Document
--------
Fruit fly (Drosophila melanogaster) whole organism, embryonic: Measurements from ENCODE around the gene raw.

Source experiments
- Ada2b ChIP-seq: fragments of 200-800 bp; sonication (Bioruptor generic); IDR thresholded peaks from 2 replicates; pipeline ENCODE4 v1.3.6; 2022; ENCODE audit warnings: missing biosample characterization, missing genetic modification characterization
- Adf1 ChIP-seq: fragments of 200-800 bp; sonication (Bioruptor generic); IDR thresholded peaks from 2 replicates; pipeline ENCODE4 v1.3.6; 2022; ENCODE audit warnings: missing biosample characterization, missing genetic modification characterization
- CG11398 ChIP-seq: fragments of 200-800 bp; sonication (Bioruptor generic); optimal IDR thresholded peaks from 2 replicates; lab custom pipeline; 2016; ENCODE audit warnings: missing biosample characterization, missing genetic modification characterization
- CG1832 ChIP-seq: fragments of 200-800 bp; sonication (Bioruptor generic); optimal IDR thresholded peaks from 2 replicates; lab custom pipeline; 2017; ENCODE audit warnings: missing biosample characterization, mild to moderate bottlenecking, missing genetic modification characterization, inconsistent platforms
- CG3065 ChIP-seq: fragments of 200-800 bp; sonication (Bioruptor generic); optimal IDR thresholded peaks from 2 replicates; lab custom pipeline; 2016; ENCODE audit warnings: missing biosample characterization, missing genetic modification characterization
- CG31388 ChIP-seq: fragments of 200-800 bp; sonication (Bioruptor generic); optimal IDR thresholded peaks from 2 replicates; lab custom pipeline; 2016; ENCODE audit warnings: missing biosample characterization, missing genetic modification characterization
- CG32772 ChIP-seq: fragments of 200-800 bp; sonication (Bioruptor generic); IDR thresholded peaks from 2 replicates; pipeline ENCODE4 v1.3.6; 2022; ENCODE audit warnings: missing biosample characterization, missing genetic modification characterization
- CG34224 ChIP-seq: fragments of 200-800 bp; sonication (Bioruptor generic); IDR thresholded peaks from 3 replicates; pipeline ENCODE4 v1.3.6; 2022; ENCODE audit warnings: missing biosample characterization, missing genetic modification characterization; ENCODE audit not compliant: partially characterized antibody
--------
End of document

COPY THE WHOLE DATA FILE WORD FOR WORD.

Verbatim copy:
Fruit fly (Drosophila melanogaster) whole organism, embryonic: Measurements from ENCODE around the gene raw.

Source experiments
- Ada2b ChIP-seq: fragments of 200-800 bp; sonication (Bioruptor generic); IDR thresholded peaks from 2 replicates; pipeline ENCODE4 v1.3.6; 2022; ENCODE audit warnings: missing biosample characterization, missing genetic modification characterization
- Adf1 ChIP-seq: fragments of 200-800 bp; sonication (Bioruptor generic); IDR thresholded peaks from 2 replicates; pipeline ENCODE4 v1.3.6; 2022; ENCODE audit warnings: missing biosample characterization, missing genetic modification characterization
- CG11398 ChIP-seq: fragments of 200-800 bp; sonication (Bioruptor generic); optimal IDR thresholded peaks from 2 replicates; lab custom pipeline; 2016; ENCODE audit warnings: missing biosample characterization, missing genetic modification characterization
- CG1832 ChIP-seq: fragments of 200-800 bp; sonication (Bioruptor generic); optimal IDR thresholded peaks from 2 replicates; lab custom pipeline; 2017; ENCODE audit warnings: missing biosample characterization, mild to moderate bottlenecking, missing genetic modification characterization, inconsistent platforms
- CG3065 ChIP-seq: fragments of 200-800 bp; sonication (Bioruptor generic); optimal IDR thresholded peaks from 2 replicates; lab custom pipeline; 2016; ENCODE audit warnings: missing biosample characterization, missing genetic modification characterization
- CG31388 ChIP-seq: fragments of 200-800 bp; sonication (Bioruptor generic); optimal IDR thresholded peaks from 2 replicates; lab custom pipeline; 2016; ENCODE audit warnings: missing biosample characterization, missing genetic modification characterization
- CG32772 ChIP-seq: fragments of 200-800 bp; sonication (Bioruptor generic); IDR thresholded peaks from 2 replicates; pipeline ENCODE4 v1.3.6; 2022; ENCODE audit warnings: missing biosample characterization, missing genetic modification characterization
- CG34224 ChIP-seq: fragments of 200-800 bp; sonication (Bioruptor generic); IDR thresholded peaks from 3 replicates; pipeline ENCODE4 v1.3.6; 2022; ENCODE audit warnings: missing biosample characterization, missing genetic modification characterization; ENCODE audit not compliant: partially characterized antibody